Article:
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2018_01_23_sba-l88-sba_167 | by dsearls
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2018_01_23_sba-l88-sba_167

The San Andreas Fault, here exposed on the floor of the Carrizo Plain in one of the most desolate and least-visited regions of California. Note the offset streams cutting across the fault. On the far side is the Pacific plate and on the near side the North American. It's a right-lateral fault, meaning the other side of it is moving to the right, on whichever side you stand. The Pacific side is moving to the northwest in a motion geologists call "right step." Streams that once flowed straight across the fault now step to the right before they continue. These steps are recent. The plate below has moved hundreds of miles in the last two dozen million years. One study says stream channels were offset up to 50 feet in the 1857 Fort Tejon quake, one of the largest in historic time. This section of the fault raises the Elkhorn Scarp through the Elkhorn Hills. The most spine-like segment is also called Dragon's Back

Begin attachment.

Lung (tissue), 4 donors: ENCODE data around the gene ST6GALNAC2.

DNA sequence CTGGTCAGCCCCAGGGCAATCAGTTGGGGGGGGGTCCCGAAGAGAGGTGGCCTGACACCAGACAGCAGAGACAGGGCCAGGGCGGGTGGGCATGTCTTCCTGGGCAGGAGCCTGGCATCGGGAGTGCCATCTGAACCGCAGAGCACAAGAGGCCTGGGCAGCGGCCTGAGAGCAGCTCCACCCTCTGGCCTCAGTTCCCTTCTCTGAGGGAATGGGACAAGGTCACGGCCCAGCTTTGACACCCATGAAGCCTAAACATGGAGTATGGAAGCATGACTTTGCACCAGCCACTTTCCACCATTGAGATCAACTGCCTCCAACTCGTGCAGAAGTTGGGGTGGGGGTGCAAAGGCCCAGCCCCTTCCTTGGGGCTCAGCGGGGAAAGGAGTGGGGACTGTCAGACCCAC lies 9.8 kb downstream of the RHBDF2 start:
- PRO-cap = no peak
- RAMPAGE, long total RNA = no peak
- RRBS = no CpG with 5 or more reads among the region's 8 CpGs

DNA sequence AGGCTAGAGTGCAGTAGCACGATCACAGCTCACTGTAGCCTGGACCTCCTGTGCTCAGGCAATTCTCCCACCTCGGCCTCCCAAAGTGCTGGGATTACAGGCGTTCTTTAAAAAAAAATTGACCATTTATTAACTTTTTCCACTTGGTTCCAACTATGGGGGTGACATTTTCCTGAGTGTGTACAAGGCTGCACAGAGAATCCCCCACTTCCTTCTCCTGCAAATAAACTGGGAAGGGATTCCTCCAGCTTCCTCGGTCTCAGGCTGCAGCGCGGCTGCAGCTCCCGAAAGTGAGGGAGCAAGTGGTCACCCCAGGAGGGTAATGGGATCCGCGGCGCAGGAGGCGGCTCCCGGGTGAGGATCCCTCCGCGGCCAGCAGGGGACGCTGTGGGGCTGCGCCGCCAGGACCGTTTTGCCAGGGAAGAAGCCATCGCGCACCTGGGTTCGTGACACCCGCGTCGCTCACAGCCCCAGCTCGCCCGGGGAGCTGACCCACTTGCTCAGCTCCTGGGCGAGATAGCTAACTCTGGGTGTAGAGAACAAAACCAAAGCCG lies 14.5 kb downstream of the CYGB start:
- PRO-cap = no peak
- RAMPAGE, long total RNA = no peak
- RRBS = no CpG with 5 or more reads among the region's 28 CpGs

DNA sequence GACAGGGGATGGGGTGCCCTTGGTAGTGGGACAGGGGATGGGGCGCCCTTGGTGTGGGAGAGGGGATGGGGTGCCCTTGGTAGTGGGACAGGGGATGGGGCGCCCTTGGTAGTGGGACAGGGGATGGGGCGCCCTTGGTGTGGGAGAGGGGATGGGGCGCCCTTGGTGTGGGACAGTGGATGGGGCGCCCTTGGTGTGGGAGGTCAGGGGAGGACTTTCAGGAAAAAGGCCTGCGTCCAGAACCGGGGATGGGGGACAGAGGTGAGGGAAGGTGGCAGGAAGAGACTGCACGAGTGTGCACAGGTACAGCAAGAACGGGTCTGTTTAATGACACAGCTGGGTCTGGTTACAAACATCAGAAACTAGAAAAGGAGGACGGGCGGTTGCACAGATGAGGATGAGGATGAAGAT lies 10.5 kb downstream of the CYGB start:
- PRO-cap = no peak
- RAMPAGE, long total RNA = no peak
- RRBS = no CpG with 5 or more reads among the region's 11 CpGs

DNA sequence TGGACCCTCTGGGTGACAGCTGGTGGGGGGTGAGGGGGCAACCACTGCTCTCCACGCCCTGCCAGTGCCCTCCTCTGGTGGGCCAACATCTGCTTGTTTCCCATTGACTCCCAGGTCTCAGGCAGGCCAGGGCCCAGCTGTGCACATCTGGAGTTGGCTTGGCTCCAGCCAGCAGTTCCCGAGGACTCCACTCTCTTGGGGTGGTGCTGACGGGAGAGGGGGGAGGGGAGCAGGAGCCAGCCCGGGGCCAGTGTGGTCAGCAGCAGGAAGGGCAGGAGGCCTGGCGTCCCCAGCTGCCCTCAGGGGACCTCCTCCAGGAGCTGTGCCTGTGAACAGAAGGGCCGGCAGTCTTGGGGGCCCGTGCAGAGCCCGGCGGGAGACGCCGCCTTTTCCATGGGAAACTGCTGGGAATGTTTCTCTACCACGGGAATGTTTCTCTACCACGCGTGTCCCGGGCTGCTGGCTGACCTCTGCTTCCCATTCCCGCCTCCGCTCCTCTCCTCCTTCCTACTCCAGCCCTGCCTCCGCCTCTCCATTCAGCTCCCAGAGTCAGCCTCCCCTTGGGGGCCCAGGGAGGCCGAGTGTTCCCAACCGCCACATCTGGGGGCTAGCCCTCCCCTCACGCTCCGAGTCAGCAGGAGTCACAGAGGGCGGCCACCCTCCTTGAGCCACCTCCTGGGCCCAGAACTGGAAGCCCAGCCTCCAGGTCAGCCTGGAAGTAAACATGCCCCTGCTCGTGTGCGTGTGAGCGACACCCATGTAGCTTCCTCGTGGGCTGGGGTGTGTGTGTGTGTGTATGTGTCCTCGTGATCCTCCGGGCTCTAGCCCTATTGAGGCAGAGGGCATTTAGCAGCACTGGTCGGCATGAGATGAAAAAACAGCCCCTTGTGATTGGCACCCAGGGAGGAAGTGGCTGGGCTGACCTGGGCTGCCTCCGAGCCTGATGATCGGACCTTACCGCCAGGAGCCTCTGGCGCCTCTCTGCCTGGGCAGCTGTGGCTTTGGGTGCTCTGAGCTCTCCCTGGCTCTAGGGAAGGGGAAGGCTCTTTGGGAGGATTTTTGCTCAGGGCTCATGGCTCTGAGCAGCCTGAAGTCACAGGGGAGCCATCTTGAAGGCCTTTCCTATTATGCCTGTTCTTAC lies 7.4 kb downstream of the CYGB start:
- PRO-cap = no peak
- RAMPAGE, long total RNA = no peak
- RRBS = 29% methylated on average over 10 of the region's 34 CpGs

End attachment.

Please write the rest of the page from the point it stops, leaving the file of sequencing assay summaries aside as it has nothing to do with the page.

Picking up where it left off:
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Taken on January 23, 2018